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J Med Internet Res. 2009 Jun 18;11(2):e20. doi: 10.2196/jmir.1058.

Measuring the impact of a moving target: towards a dynamic framework for evaluating collaborative adaptive interactive technologies.

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Centre for Global eHealth Innovation, University Health Network, 190 Elizabeth St, Toronto M5G2C4, Canada.



Website evaluation is a key issue for researchers, organizations, and others responsible for designing, maintaining, endorsing, approving, and/or assessing the use and impact of interventions designed to influence health and health services. Traditionally, these evaluations have included elements such as content credibility, interface usability, and overall design aesthetics. With the emergence of collaborative, adaptive, and interactive ("Web 2.0") technologies such as wikis and other forms of social networking applications, these metrics may no longer be sufficient to adequately assess the quality, use or impact of a health website. Collaborative, adaptive, interactive applications support different ways for people to interact with health information on the Web, including the potential for increased user participation in the design, creation, and maintenance of such sites.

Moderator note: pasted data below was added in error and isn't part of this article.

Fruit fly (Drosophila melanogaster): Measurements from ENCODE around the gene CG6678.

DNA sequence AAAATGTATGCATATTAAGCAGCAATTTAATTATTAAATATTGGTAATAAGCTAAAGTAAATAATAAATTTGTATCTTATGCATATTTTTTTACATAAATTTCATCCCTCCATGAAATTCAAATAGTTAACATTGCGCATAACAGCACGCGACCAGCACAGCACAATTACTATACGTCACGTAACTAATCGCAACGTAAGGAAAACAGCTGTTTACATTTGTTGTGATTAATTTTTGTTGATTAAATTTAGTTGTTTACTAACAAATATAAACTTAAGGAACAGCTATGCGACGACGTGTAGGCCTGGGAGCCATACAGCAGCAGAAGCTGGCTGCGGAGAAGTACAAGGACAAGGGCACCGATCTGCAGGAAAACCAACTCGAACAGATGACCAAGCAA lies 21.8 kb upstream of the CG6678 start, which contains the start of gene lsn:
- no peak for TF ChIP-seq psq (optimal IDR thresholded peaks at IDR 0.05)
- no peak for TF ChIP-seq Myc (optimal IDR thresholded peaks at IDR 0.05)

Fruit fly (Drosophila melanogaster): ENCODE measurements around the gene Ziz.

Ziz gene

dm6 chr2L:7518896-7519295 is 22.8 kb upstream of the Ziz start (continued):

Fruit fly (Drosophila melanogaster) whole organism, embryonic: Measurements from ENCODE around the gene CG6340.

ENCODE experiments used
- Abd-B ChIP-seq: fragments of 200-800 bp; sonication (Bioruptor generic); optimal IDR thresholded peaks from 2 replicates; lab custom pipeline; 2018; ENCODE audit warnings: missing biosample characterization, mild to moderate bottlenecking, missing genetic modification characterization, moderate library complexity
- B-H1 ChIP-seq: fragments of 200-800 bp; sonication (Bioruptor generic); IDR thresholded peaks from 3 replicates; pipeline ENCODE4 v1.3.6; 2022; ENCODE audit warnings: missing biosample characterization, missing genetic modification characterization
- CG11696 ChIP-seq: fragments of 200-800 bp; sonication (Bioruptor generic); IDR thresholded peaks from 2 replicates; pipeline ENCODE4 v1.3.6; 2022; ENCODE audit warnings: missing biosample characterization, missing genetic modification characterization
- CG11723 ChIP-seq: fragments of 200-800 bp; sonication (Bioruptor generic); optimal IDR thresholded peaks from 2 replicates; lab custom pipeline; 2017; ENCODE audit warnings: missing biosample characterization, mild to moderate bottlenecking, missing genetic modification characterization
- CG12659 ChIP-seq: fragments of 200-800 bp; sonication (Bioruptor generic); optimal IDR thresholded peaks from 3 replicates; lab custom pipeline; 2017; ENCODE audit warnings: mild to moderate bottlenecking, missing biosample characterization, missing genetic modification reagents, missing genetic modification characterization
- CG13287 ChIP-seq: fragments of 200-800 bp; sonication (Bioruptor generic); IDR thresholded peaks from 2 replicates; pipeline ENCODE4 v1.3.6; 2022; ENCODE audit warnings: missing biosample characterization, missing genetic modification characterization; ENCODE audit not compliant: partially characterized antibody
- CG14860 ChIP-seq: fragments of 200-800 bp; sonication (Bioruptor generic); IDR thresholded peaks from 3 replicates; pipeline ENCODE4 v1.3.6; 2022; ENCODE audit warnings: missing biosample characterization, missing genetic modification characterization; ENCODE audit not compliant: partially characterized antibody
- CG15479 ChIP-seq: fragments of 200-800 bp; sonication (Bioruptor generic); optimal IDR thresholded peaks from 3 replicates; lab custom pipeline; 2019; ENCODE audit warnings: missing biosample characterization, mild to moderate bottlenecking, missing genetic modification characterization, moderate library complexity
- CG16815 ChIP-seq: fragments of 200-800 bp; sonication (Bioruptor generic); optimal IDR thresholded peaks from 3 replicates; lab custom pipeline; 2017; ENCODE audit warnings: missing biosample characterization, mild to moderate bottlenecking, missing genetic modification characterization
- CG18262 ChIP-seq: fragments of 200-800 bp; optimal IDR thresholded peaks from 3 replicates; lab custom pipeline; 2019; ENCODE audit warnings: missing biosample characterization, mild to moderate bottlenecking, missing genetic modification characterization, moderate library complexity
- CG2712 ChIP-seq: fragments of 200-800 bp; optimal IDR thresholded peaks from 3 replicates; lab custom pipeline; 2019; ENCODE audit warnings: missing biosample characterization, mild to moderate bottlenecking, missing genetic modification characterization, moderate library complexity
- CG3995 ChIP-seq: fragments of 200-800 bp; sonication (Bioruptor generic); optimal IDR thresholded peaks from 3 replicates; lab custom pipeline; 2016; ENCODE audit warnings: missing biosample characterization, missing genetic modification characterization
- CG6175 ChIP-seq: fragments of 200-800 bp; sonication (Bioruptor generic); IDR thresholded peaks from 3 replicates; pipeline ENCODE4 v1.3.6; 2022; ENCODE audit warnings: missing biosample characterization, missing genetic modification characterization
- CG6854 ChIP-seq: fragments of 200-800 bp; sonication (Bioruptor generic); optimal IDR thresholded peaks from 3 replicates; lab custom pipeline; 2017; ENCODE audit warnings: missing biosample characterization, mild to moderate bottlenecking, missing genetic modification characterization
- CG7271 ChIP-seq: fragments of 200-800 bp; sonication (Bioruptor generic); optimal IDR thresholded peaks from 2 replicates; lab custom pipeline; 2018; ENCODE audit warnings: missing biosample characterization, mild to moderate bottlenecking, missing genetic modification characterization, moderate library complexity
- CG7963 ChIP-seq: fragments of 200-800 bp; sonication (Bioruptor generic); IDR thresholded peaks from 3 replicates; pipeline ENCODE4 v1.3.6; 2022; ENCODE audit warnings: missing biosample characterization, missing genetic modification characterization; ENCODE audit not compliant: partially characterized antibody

We propose a framework that addresses how to evaluate collaborative, adaptive, and interactive applications.


In this paper, we conducted a comprehensive review of a variety of databases using terminology related to this area.


We present a review of evaluation frameworks and also propose a framework that incorporates collaborative, adaptive, and interactive technologies, grounded in evaluation theory.


This framework can be applied by researchers who wish to compare Web-based interventions, non-profit organizations, and clinical groups who aim to provide health information and support about a particular health concern via the Web, and decisions about funding grants by agencies interested in the role of social networks and collaborative, adaptive, and interactive technologies technologies to improve health and the health system.

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